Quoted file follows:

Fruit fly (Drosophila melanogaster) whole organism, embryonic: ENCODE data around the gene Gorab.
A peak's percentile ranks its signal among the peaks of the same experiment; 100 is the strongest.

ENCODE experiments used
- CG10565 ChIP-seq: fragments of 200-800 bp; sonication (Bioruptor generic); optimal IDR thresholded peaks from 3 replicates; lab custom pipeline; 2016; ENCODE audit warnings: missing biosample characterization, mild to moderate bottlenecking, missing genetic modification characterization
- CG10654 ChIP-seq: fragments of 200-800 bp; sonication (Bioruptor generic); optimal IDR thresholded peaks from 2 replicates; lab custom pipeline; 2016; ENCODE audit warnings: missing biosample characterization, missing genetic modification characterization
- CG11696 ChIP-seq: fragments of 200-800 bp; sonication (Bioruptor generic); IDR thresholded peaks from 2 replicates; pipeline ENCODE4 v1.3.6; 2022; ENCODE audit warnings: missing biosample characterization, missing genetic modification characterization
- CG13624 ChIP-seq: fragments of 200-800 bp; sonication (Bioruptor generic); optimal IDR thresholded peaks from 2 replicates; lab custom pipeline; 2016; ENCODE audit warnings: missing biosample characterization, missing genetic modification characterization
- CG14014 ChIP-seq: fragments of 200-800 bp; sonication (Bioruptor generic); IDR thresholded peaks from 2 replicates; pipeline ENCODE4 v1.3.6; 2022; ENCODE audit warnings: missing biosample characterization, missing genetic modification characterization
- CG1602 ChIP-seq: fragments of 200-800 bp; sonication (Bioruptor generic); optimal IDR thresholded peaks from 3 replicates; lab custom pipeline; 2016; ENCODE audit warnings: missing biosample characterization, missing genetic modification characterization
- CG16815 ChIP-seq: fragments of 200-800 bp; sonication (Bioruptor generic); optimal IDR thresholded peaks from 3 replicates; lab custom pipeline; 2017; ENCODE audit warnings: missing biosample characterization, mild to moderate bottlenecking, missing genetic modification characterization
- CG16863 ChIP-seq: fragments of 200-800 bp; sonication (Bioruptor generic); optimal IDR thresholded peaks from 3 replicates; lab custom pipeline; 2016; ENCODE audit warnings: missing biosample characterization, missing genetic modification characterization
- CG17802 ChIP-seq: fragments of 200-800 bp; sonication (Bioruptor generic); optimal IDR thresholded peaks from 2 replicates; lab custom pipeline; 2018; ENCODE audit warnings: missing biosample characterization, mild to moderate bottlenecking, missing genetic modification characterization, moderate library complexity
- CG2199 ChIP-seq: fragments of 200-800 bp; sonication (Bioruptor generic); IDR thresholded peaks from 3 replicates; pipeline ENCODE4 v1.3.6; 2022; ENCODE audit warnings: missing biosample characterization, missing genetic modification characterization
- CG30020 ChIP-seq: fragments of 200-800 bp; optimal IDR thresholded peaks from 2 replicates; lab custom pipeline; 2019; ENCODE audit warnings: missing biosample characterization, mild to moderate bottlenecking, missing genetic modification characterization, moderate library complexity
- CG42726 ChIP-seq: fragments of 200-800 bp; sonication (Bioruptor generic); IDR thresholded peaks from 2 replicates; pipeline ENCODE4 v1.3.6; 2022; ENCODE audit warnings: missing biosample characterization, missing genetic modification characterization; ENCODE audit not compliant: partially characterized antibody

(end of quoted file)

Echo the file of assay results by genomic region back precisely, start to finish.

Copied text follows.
Fruit fly (Drosophila melanogaster) whole organism, embryonic: ENCODE data around the gene Gorab.
A peak's percentile ranks its signal among the peaks of the same experiment; 100 is the strongest.

ENCODE experiments used
- CG10565 ChIP-seq: fragments of 200-800 bp; sonication (Bioruptor generic); optimal IDR thresholded peaks from 3 replicates; lab custom pipeline; 2016; ENCODE audit warnings: missing biosample characterization, mild to moderate bottlenecking, missing genetic modification characterization
- CG10654 ChIP-seq: fragments of 200-800 bp; sonication (Bioruptor generic); optimal IDR thresholded peaks from 2 replicates; lab custom pipeline; 2016; ENCODE audit warnings: missing biosample characterization, missing genetic modification characterization
- CG11696 ChIP-seq: fragments of 200-800 bp; sonication (Bioruptor generic); IDR thresholded peaks from 2 replicates; pipeline ENCODE4 v1.3.6; 2022; ENCODE audit warnings: missing biosample characterization, missing genetic modification characterization
- CG13624 ChIP-seq: fragments of 200-800 bp; sonication (Bioruptor generic); optimal IDR thresholded peaks from 2 replicates; lab custom pipeline; 2016; ENCODE audit warnings: missing biosample characterization, missing genetic modification characterization
- CG14014 ChIP-seq: fragments of 200-800 bp; sonication (Bioruptor generic); IDR thresholded peaks from 2 replicates; pipeline ENCODE4 v1.3.6; 2022; ENCODE audit warnings: missing biosample characterization, missing genetic modification characterization
- CG1602 ChIP-seq: fragments of 200-800 bp; sonication (Bioruptor generic); optimal IDR thresholded peaks from 3 replicates; lab custom pipeline; 2016; ENCODE audit warnings: missing biosample characterization, missing genetic modification characterization
- CG16815 ChIP-seq: fragments of 200-800 bp; sonication (Bioruptor generic); optimal IDR thresholded peaks from 3 replicates; lab custom pipeline; 2017; ENCODE audit warnings: missing biosample characterization, mild to moderate bottlenecking, missing genetic modification characterization
- CG16863 ChIP-seq: fragments of 200-800 bp; sonication (Bioruptor generic); optimal IDR thresholded peaks from 3 replicates; lab custom pipeline; 2016; ENCODE audit warnings: missing biosample characterization, missing genetic modification characterization
- CG17802 ChIP-seq: fragments of 200-800 bp; sonication (Bioruptor generic); optimal IDR thresholded peaks from 2 replicates; lab custom pipeline; 2018; ENCODE audit warnings: missing biosample characterization, mild to moderate bottlenecking, missing genetic modification characterization, moderate library complexity
- CG2199 ChIP-seq: fragments of 200-800 bp; sonication (Bioruptor generic); IDR thresholded peaks from 3 replicates; pipeline ENCODE4 v1.3.6; 2022; ENCODE audit warnings: missing biosample characterization, missing genetic modification characterization
- CG30020 ChIP-seq: fragments of 200-800 bp; optimal IDR thresholded peaks from 2 replicates; lab custom pipeline; 2019; ENCODE audit warnings: missing biosample characterization, mild to moderate bottlenecking, missing genetic modification characterization, moderate library complexity
- CG42726 ChIP-seq: fragments of 200-800 bp; sonication (Bioruptor generic); IDR thresholded peaks from 2 replicates; pipeline ENCODE4 v1.3.6; 2022; ENCODE audit warnings: missing biosample characterization, missing genetic modification characterization; ENCODE audit not compliant: partially characterized antibody